Sprüth Magers (Berlin, London), in the gallery’s first appearance at The Armory Show since 2000, reported strong sales from their curated booth which highlighted the legacy of key artists from the 1980s. Sales included a George Condo painting for $480,000 and a work on paper for $120,000, both to American collectors, Barbara Kruger’s Untitled (Now You See Us Now You Don’t) (1987) for $175,000, Rosemarie Trockel’s Ohne Titel/Untitled (1987) for €175,000, Walter Dahn’s acrylic on canvas, Les Premier jours du Printemps (1986), for €80,000, as well as a major Cindy Sherman’s photograph, Untitled Film Still #23 (1978), for an undisclosed amount. “We’re very pleased to have participated in The Armory this year as we have met many collectors from the U.S. and sold works by George Condo, Walter Dahn, Barbara Kruger, Louise Lawler, Cindy Sherman and Rosemarie Trockel,” remarked Philomene Magers.

Paul Morris, Founding Director of The Armory Show, noted on opening day that “the feeling at our fourteenth edition was one of excited appreciation for the significant changes executed for this year’s Armory Show. Our dealers were selling notable works at solid prices. Our visitors enjoyed our new floor plan with 15 new lounges, wider aisles, larger booths and our Pommery champagne bar quickly became a generous spot to gather at the center of the fair. The re-envisioned Armory Show was amazing, and we were proud to welcome everyone to Piers 92 and 94 this year.”

Armory Focus: The Nordic Countries
For the third edition of Armory Focus, The Armory Show turned its attention to the dynamic arts community of the Nordic countries and featured 19 of the most exciting galleries from Denmark, Norway, Sweden, Finland and Iceland. This invitation-only component of The Armory Show, Armory Focus: The Nordic Countries included works by leading artists, an engaging schedule of performances, FREE STUFF and more.

Michael Hall, Managing Director of The Armory Show said of the Focus Section, “the 2012 edition of The Armory Show’s annual Focus was amazing and truly one of the standout features of the fair. Working with curator Jacob Fabricius, Malmö Konsthall director, was a new experience for us, but Jacob crafted the section with such care and consideration that visitors walked away with a true sense of the artistic community of the region. The diversity on view was also great, and showcased a wide selection by incorporating both artist run spaces and commercial galleries together.”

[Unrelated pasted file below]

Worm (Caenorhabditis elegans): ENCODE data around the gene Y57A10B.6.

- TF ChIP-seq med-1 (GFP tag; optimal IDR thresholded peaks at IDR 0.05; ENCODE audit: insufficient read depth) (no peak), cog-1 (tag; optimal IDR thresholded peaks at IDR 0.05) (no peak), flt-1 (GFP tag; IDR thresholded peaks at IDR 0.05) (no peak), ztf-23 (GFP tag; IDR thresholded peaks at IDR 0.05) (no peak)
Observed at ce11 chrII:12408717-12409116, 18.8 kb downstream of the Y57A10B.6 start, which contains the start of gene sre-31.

Sales from the section were strong. Aside from placing Ragnar Kjartansson’s Scandinavian Pain with Moderna Museet, i8 (Reykjavik) sold four of the Olafur Eliasson works on display in the $35,000-$60,000 range in addition to other works by Kjartansson and numerous editions from Birgir Andresson’s Grey Colours in the work of William Morris at $4,500 each. Galleri Bo Bjerggaard (Copenhagen) reported selling three sculptures by Tal R, an important early painting by Per Kirkeby and two paintings by John Körner. “It was a great pleasure to participate at The Armory Show this year, not only because of the focus on the Nordic countries but also because of the whole atmosphere at the fair,” noted Bjerggaard. “We sold major works both to Americans and to European collectors.”

David Risely Gallery (Copenhagen) sold a painting by Thomas Hylander for $11,500, three wooden sculptures by Charlie Roberts for $6,700, each to a prominent New York collection and 15 works by artist Anna Bjerger in the $6,000-$12,000 range. Gallery DOR (Oslo), meanwhile, took an unorthodox approach, offering up the gallery, itself, for sale as a franchise for $5,000 (in an edition of five).

Armory Focus curator Jacob Fabricius said, “The Nordic Section was smoking! I was delighted to present the many artists and galleries in New York at The Armory Show as part of the focus on the Nordic Region. Among other things it was amazing to give out FREE STUFF and present artist run, non-commercial spaces within the commercial fair structure. The Nordic lounge was the place to be last week – and the Armory visitors and press loved it too. I could not be happier with the final outcome with the Armory Focus: The Nordic Countries.”

Solo Projects At the inaugural edition of Solo Projects, a new section that was dedicated to single artist presentations on Pier 94 featured 11 emerging dealers from around the world in ten solo booths including Josée Bienvenu Gallery: Dario Escobar; Galeria Lucia de la Puente: Billy Hare; Francois Ghebaly Gallery / Nicole Klagsbrun Gallery: Patrick Jackson; Horton Gallery: Wallace Whitney; KS Art: Tom Fairs; MULHERIN: Mike Bayne; On Stellar Rays: Clifford Owens; SEVENTEEN: Kate Owens; TEAPOT: Christian Eisenberger; and Winkleman Gallery: